// User hits OK on the settings page.
    if (event.closeAction == event.Action.commit)
        userEntry = 
    // User hits Cancel on the settings page.
    else if (event.closeAction == event.Action.cancel)

Note  A Settings dialog is modal and does not disappear if it or the parent gadget loses focus. The user must select Ok or Cancel to dismiss the dialog.

The Flyout

Flyout functionality is exposed by the System.Gadget.Flyout scripting element. Flyouts also require their own HTML and JScript files and, as such, possess their own DOM. Communication between the Flyout and the main gadget can be accomplished through the use of the parentWindow property of the System.Gadget.document and System.Gadget.Flyout.document objects. The Flyout file is specified by setting System.Gadget.Flyout.file to the path of an HTML file.

Note   Since a Flyout can disappear at any time, unpredictable behavior or errors may result from attempting to communicate with a Flyout from the main gadget.

The following example demonstrates how to set the gadget Flyout UI from the gadget script file and listen for the Flyout events.

var oGadgetDocument = System.Gadget.document;
System.Gadget.Flyout.onShow = showFlyout;
System.Gadget.Flyout.onHide = hideFlyout;

// --------------------------------------------------------------------
// Initialize the gadget.
// --------------------------------------------------------------------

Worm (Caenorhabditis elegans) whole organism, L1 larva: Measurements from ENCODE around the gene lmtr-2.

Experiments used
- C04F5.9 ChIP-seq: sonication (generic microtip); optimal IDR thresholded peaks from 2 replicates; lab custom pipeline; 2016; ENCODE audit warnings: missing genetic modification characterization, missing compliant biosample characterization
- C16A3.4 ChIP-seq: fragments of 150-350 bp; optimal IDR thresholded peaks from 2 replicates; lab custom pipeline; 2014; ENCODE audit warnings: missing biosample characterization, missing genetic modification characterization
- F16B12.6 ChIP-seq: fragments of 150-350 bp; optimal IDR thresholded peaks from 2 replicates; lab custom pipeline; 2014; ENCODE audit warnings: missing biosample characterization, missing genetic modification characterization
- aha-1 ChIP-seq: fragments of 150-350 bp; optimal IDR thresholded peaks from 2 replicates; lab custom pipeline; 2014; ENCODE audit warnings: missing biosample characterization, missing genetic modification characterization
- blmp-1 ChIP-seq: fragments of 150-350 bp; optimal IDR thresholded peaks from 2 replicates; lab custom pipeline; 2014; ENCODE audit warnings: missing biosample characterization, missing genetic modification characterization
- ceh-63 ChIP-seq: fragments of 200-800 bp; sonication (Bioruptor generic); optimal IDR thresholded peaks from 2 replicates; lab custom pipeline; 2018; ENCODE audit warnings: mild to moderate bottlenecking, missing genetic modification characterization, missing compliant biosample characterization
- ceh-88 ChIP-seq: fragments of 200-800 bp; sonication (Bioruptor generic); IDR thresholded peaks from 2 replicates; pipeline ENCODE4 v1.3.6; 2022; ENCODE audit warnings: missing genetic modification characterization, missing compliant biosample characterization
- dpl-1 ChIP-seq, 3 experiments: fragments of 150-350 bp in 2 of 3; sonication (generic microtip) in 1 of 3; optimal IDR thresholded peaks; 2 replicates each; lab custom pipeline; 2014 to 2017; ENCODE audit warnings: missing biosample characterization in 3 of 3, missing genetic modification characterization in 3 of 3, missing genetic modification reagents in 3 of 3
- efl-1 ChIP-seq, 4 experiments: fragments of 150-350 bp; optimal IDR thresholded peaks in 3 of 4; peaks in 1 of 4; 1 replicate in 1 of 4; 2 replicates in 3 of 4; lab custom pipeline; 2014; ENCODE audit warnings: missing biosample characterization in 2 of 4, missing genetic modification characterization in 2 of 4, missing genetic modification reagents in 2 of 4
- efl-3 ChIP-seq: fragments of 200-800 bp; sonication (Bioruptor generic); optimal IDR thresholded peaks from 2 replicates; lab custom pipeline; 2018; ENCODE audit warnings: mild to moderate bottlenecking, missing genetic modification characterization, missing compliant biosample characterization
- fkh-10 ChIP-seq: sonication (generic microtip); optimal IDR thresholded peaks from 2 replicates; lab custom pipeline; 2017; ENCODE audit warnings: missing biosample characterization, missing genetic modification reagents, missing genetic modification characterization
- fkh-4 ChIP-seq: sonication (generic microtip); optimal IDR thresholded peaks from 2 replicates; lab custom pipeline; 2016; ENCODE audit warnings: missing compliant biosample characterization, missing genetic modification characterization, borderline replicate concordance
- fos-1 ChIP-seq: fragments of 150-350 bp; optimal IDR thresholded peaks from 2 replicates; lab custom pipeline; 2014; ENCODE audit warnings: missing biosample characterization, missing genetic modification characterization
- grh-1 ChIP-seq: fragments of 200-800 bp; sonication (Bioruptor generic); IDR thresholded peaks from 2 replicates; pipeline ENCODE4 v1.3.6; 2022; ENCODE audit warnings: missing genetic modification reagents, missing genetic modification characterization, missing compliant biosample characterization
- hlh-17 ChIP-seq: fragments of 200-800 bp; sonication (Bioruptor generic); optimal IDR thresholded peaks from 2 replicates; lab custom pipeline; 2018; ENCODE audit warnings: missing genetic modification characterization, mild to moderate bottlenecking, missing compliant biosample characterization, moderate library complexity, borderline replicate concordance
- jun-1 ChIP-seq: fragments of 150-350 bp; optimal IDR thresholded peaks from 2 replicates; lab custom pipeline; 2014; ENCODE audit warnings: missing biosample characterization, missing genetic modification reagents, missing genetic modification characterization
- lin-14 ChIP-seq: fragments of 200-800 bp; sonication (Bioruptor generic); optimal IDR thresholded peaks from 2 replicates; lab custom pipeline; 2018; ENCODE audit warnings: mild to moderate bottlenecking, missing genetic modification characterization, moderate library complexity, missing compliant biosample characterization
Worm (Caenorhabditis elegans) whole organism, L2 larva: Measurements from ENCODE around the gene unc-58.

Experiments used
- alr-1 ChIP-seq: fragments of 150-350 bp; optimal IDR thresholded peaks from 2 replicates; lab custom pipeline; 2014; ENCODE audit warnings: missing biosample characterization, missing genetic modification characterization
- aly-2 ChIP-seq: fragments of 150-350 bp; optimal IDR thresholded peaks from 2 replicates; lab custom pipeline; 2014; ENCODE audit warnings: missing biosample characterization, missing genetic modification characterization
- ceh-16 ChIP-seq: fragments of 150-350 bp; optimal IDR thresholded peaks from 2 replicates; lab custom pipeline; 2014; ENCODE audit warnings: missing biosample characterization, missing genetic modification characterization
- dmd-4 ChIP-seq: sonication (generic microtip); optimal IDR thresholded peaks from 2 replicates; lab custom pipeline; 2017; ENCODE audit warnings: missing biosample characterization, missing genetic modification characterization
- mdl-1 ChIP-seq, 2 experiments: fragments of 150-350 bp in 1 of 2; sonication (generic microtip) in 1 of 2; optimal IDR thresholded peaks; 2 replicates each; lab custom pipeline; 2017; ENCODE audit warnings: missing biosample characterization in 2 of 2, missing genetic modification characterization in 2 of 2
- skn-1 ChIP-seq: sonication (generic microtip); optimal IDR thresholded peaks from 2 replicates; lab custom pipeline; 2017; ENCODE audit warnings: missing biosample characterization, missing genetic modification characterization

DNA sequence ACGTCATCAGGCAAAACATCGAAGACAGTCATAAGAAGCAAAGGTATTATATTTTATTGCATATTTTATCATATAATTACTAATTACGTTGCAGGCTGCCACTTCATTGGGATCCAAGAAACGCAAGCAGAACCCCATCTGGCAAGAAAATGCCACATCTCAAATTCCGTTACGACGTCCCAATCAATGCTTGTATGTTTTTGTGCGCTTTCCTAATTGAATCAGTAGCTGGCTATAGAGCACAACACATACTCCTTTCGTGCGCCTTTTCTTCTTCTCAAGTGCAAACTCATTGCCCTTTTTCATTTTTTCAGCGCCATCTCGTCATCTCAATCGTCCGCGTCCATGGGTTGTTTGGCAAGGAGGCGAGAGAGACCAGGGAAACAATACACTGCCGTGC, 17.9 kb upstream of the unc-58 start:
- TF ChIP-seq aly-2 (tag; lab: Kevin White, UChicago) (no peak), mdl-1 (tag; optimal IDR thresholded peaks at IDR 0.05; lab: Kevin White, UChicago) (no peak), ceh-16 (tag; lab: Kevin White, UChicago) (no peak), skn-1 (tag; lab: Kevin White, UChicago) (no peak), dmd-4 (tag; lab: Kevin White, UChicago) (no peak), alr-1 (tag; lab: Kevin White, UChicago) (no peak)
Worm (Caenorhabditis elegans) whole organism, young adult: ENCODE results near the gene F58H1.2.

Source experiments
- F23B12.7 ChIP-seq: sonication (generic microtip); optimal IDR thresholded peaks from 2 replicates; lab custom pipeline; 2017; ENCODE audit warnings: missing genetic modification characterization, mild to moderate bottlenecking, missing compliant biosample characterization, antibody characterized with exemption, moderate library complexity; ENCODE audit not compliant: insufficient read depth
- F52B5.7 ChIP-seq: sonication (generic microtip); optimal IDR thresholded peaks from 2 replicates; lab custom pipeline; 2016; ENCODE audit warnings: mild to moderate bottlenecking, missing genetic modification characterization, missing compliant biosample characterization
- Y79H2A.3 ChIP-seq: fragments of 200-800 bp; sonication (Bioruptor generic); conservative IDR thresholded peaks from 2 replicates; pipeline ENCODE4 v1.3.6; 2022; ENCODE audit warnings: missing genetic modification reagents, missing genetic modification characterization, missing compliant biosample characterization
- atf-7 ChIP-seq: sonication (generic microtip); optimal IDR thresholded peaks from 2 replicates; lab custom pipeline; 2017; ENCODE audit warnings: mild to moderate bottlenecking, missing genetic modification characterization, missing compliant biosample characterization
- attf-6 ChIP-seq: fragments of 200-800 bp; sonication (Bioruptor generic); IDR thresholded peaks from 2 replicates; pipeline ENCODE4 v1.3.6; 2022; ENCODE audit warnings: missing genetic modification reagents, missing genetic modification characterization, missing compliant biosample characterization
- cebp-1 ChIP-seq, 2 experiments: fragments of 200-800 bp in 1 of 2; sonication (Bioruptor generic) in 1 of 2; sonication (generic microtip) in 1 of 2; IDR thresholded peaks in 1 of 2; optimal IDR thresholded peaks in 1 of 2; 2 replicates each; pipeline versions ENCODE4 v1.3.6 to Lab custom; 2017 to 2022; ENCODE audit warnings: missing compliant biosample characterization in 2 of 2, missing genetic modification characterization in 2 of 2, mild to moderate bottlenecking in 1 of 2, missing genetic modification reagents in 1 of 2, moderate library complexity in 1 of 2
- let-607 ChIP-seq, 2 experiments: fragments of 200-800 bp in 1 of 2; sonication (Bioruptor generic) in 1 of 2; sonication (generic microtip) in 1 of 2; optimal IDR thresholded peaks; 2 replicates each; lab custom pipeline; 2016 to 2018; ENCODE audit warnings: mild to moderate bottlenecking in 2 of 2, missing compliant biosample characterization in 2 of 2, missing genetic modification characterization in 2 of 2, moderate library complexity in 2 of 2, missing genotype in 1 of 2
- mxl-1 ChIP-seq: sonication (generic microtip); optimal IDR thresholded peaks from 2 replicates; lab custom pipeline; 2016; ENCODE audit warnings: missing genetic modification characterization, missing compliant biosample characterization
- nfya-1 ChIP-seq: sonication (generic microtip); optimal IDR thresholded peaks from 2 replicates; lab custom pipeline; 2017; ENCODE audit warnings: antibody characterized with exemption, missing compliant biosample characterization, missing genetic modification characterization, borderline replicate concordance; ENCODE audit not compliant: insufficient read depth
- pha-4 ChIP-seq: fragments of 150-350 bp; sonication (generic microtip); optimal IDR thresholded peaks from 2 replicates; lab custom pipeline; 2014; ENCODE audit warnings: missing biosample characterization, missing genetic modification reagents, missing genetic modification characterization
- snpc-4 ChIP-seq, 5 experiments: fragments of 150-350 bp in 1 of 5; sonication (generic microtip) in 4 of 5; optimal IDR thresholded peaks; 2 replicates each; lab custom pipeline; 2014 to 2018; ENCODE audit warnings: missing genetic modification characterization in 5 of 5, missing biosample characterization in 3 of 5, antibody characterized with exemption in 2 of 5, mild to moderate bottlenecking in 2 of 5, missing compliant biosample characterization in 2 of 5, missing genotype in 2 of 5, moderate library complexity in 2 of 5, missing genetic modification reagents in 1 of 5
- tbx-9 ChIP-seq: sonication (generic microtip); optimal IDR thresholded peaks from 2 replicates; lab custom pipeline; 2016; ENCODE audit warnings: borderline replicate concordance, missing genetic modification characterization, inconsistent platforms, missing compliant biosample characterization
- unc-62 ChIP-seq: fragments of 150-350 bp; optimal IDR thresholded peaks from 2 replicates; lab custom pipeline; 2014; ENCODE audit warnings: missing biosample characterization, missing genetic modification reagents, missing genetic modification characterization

function Init()
    // Specify the Flyout root.
    System.Gadget.Flyout.file = "example.html";
    // Initialize the Flyout state display.
    if (!
        sFlyoutFeedback.innerText = "Flyout hidden.";

// --------------------------------------------------------------------
// Display the Flyout state in the gadget.
// --------------------------------------------------------------------
function showFlyout()
    oGadgetDocument.getElementById("strFlyoutFeedback").innerText = "Flyout visible.";

// --------------------------------------------------------------------
// Hide the flyout and display the Flyout state in the gadget.
// --------------------------------------------------------------------
function hideFlyout()
    oGadgetDocument.getElementById("strFlyoutFeedback").innerText = "Flyout hidden."; = false;

A Flyout is typically spawned on an event in the main gadget UI such as a mouseover or click; setting show to true displays the Flyout and false hides the Flyout. This state should be queried before any communication is attempted. Flyouts can be used to display anything but are generally used to display more detail or information about the event target.

The Flyout location is determined by the user's display, the position of the gadget, the size of the Flyout (which has no intrinsic limit), and the location of the Sidebar should the gadget be docked. For example, the Flyout could be displayed to the left or right, above or below the gadget.

The following image shows a gadget Flyout that displays stock ticker details.


Example of a gadget Flyout


The following image shows a gadget Flyout that allows a user to select stock symbols of interest.


Example of a gadget Flyout


Note  A Flyout closes when it loses focus. As a result, only one Flyout can be displayed at any time.

For Further Reference

Developing a Gadget for Windows Sidebar Part 1: The Basics

Developing a Gadget for Windows Sidebar Part 2: The G:BACKGROUND, G:IMAGE, G:TEXT Presentation Elements and GIMAGE Protocol

 Windows Vista User Experience Guidelines for the Sidebar 

Web Development



Send comments about this topic to Microsoft

Build date: 2/24/2010

Build type: SDK

Community Additions